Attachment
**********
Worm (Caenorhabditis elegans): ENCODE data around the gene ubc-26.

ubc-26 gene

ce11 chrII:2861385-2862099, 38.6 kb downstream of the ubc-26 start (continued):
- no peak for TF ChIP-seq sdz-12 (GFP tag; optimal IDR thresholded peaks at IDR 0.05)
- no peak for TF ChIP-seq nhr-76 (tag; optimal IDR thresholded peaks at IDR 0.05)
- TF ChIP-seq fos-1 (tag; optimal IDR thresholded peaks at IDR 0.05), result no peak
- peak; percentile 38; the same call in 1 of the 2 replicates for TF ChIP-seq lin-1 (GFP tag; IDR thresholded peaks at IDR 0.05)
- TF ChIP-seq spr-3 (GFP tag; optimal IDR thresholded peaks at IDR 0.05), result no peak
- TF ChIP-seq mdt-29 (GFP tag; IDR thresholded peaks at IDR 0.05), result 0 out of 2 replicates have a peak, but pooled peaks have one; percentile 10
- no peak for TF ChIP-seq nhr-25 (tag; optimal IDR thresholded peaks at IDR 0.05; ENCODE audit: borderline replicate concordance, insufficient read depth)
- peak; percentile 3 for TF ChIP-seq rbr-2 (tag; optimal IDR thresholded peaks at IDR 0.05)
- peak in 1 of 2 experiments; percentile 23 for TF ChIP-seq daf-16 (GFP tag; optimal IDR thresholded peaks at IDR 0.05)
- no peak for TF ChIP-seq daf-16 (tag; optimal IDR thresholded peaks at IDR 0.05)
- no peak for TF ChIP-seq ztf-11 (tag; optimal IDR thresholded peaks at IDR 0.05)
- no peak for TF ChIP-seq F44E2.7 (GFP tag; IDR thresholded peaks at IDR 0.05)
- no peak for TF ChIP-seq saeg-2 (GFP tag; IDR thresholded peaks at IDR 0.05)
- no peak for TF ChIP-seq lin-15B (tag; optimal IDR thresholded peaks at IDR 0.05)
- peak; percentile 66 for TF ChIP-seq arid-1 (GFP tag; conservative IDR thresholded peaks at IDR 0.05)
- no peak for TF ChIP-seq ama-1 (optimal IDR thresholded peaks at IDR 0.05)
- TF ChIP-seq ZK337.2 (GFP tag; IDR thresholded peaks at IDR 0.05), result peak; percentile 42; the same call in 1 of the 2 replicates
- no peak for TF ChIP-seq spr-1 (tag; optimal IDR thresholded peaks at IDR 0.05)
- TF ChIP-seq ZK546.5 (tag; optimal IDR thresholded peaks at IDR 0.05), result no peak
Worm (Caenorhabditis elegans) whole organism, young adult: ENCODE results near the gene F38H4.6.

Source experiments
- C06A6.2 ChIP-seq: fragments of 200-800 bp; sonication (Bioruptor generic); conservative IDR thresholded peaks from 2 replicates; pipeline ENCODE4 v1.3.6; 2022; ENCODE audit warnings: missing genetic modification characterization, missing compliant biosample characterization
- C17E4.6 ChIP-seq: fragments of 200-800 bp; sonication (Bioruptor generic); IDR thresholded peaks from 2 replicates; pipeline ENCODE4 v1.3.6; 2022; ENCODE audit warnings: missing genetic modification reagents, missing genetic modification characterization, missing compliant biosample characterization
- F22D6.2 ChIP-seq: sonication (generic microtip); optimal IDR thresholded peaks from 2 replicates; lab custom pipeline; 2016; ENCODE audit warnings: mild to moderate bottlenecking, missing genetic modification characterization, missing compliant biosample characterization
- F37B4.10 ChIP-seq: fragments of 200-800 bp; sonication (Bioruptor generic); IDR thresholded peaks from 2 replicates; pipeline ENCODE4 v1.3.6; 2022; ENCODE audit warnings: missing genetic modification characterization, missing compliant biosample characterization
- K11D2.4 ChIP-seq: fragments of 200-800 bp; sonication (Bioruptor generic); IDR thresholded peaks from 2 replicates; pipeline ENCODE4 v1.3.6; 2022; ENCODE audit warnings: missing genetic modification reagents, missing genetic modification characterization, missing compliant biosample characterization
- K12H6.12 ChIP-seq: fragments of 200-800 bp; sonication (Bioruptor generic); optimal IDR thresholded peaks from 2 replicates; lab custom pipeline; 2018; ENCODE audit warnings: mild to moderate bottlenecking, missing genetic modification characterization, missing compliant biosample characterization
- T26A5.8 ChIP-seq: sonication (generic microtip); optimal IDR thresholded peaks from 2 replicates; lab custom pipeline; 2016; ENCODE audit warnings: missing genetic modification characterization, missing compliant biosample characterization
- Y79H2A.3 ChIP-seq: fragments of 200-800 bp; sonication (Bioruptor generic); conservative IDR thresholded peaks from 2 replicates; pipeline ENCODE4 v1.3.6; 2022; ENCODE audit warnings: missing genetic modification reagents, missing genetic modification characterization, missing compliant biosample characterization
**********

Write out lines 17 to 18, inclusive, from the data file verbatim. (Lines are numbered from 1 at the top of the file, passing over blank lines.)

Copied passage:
- no peak for TF ChIP-seq lin-15B (tag; optimal IDR thresholded peaks at IDR 0.05)
- peak; percentile 66 for TF ChIP-seq arid-1 (GFP tag; conservative IDR thresholded peaks at IDR 0.05)